Inside the Mongol Rally: The journey begins

Peter Moore joins Team Genghis Carnage on the 2011 Mongol Rally. But will he survive his first encounter with Mongolian vodka?

Peter Moore
17 August 2011

My journey to Prague as part of the Mongol Rally begins with a taxi ride from Chichester railway station to a field five miles away. As we drive along roads lined by hedges the driver asks me if I’m sure the directions I’ve given him are correct. Moments later we come across a field full of cars, vans, ambulances and fire engines. One of the cars appears to be covered in purple fur. His question, it seems, has been answered.

The plan is for me to be ’embedded’ with one of the 350 teams entered in the 2011 Rally – to get a taste of what it’s like to travel a third of the way around the world in a one-litre car. Not all the way to Mongolia, sadly. Just for the first part of the journey – from the starting line at Goodwood Motor racing course to a 15th century castle in the hills in the south of the Czech Republic. The European teams are already gathering there for Czech Out, a party to send the participating teams off to the wild east with a bang.

I track down Dan, PR guru for The Adventurists, the organisation behind the rally. He seems a little vague about which team I’ll be travelling with.

“We haven’t found anyone suitable yet,” he says. A team driving a big American school bus has offered to take me. And so has one of the ambulances. But Dan insists that neither offers a ‘typical rally experience’. I would be too comfortable, apparently.

Dan hands me a shot of Mongolian vodka, hoping to distract me. I ask if he is sure I’ll get a ride and he gives me another shot. It’s called Chinggis Vodka and seems a little stronger than I’m used to. Dan assures me that it is.

Dan introduces me to Dave. Dave is a bit of a legend amongst Mongol Rallyers. He is the guy who drove a mini with a phone box on its roof all the way to Ulaanbaatar. Wearing a morning suit and a bowler hat. Dave is a mechanic by trade and as we wander amongst the various team vehicles, he pontificates on the likelihood of each making it to the end. A Vauxhall Corsa is deemed too low for the potholed roads of Mongolia. A Rover Streetwise too unreliable. And any of the ambulances would be a bugger to get out of the mud in Kazakhstan if it rains.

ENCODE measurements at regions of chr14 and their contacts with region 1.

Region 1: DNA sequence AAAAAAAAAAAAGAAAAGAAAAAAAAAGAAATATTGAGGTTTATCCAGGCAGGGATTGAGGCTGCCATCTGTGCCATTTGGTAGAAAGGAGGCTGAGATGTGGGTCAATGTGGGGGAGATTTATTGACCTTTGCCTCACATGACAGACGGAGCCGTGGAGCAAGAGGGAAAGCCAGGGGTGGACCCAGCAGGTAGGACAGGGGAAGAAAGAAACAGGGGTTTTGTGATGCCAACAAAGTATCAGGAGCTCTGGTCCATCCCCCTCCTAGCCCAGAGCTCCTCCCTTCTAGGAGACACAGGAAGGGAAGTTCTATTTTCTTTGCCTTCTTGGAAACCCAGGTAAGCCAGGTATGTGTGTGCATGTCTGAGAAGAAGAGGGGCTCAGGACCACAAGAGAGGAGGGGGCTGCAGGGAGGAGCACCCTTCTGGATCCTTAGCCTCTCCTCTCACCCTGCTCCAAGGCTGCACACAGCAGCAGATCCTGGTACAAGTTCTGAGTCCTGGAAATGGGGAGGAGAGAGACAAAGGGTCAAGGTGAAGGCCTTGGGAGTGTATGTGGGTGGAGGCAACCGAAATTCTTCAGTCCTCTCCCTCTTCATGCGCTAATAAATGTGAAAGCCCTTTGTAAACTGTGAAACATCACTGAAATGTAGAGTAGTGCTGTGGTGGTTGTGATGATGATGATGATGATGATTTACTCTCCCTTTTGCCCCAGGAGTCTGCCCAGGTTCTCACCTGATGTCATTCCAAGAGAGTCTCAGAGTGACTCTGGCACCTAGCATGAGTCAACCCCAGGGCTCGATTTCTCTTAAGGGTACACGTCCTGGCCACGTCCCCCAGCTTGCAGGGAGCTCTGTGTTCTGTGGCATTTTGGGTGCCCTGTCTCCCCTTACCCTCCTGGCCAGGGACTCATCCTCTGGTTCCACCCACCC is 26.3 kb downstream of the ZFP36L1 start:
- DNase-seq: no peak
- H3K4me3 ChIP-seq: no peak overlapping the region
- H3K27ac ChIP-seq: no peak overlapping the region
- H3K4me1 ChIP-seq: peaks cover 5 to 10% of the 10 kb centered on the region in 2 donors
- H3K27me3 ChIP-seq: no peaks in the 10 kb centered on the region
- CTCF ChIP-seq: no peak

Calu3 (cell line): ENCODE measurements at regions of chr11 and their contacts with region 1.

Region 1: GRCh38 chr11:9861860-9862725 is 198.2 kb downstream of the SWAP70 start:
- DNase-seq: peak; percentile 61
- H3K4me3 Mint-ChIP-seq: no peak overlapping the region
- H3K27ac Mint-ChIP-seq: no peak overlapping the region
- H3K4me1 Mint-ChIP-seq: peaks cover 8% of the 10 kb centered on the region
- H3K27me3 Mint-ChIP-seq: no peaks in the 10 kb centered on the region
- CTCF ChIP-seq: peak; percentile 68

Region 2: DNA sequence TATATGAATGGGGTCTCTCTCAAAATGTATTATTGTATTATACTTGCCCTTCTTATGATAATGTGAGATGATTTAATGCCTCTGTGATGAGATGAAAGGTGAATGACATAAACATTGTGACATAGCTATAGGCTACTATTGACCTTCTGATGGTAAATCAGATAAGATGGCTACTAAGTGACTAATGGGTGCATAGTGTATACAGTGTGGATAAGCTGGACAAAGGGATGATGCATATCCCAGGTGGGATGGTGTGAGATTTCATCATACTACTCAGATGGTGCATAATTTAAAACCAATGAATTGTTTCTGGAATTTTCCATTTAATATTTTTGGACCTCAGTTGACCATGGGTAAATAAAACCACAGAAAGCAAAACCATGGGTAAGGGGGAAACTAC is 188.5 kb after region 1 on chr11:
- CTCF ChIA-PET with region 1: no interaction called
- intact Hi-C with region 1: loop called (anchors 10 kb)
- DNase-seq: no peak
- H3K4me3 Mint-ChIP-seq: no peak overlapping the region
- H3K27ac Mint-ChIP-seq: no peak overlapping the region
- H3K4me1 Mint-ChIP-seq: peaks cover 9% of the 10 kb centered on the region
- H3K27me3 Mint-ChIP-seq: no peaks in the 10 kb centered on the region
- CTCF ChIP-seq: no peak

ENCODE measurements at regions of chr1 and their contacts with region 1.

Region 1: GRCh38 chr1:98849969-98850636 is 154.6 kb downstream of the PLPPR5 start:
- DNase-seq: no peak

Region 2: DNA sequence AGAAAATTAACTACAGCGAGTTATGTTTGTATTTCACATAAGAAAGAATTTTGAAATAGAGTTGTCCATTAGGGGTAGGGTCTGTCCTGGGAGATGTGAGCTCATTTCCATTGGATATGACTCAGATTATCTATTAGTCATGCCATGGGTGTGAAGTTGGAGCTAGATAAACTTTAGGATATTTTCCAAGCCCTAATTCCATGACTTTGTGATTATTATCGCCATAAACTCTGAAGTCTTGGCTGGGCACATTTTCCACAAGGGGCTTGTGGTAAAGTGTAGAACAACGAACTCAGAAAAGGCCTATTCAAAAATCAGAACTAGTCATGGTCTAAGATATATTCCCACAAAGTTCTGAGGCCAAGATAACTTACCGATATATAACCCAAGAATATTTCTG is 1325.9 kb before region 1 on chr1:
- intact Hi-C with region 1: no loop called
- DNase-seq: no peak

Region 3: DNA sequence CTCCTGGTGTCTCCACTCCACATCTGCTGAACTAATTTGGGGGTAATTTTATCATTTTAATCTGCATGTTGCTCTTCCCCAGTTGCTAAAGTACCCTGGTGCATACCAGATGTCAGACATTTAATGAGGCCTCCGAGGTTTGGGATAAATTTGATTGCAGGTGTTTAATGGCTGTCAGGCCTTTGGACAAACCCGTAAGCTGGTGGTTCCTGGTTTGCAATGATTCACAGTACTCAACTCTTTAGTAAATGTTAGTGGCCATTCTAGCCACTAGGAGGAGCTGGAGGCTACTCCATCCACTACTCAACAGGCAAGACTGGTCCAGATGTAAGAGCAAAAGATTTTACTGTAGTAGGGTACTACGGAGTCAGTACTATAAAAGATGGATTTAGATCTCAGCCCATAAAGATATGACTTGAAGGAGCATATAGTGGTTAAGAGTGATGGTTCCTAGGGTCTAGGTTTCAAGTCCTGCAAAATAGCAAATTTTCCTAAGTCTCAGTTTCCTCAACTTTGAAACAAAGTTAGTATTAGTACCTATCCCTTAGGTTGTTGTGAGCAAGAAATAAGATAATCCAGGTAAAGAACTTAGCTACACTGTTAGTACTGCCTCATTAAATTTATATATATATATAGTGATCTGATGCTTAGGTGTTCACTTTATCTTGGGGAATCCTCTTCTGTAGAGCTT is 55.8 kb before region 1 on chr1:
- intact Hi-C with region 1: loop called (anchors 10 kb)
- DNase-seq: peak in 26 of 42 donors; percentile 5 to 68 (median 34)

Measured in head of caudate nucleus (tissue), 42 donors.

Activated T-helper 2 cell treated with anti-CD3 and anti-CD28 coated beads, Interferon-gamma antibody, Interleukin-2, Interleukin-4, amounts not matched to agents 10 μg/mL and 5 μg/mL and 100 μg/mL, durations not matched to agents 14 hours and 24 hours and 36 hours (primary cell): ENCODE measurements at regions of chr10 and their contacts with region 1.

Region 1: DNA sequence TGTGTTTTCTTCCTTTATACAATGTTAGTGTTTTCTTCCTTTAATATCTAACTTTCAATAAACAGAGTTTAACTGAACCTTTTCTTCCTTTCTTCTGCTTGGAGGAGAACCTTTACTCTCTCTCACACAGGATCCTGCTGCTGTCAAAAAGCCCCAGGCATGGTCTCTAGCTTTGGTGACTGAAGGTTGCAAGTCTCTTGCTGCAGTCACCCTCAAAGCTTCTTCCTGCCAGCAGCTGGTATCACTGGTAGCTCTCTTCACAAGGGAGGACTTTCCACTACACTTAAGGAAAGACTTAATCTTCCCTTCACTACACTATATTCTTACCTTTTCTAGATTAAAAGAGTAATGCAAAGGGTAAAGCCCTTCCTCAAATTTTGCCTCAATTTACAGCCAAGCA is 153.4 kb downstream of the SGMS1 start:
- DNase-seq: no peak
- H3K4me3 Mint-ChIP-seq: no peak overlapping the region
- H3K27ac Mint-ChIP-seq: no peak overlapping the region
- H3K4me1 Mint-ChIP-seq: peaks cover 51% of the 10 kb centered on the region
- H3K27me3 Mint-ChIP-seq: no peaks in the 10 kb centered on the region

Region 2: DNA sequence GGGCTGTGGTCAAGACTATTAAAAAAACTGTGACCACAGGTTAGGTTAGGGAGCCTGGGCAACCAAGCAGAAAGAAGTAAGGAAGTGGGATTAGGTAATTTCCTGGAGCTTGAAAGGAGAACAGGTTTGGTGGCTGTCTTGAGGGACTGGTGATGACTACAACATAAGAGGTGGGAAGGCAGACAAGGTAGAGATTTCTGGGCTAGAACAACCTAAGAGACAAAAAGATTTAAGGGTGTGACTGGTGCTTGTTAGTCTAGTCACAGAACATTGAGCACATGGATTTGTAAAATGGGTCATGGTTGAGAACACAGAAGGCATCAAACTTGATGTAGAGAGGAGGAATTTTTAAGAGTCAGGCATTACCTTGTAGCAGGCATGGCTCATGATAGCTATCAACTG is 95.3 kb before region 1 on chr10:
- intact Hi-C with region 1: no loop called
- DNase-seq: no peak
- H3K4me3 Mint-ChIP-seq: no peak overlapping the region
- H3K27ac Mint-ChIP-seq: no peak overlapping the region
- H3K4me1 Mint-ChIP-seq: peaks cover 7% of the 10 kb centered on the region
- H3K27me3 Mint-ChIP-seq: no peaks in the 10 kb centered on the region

We spot a Robin Reliant. It has been entered by a team called MechSpesh and it’s three tiny wheels seem totally inadequate for a drive along some of the worst roads in the world. Dave had hoped to be the first person to do the Mongol Rally in a Robin Reliant next year. He is gutted when he learns one of the team is a mechanic.

“You’ll need to take care of the leaf spring,” he says. “Notorious for snapping.”

The mechanic opens the back and shows him a pair of spare leaf springs, along with a number of other spare parts.

Deflated, Dave asks MechSpesh which route they are taking. They say across Russia and he raises his eyebrows, unimpressed.

“The easy route!” he whispers conspiratorially as we walk away. “I would have taken the desert roads through Kazakhstan.”

We stop by an ambulance with a map of half the world along its side. Dave traces out each of the routes. The southern route through Iran and Kazakhstan. The central route through the Ukraine. And the so-called easy route through Russia where teams drop down into Mongolia somewhere near Lake Baikal. He is determined I realise just what a cop-out this route is. I say it looks like fun.

Dave stares at the map in silent revelry, remembering a past adventure or maybe visualising some MechSpesh mishap that would allow him to be the first person to do the rally in a Reliant after all.

I take a closer look at the map too, searching for all the possible routes to the Czech Republic, looking for a country that I haven’t visited. A plan begins to form in my mind. Maybe, just maybe, if I can find a team willing to accommodate me, I can finally visit my 100th country.

I’ve been stuck on 99 countries for two years now. I’d been all set to go to Kurdish Iraq but that was scuppered by a certain Icelandic volcano. A city break to Algiers was cancelled because of a friend’s wedding…

I trace the possible routes to the Czech Republic looking for a country that I hadn’t visited. And there it is, nestled between Belgium, France and Germany. Luxembourg. If I can’t go hardcore, I’ll go lame.

Two guys are looking at the map too and overhear my conversation with Dave.

“We’ll take you to Luxembourg,” says one of them. He is an Aussie called Peter. His mate is an English guy called Leon. Their team is called Genghis Carnage and they are driving a tiny Suzuki Alto.

I’ve found my team, just like Dan said I would. And I’ll be travelling in the true spirit of the Mongol Rally – in the space the size of a handkerchief in a car that would be hard pressed to get a grannie down to Tescos.

We shake hands. I am now officially part of team Genghis Carnage.

Well, as far as the Czech Republic anyway.

Coming Soon:Team Genghis Carnage get their first traffic ticket and risk the wrath of a Belgian farmer by camping in his cornfield…

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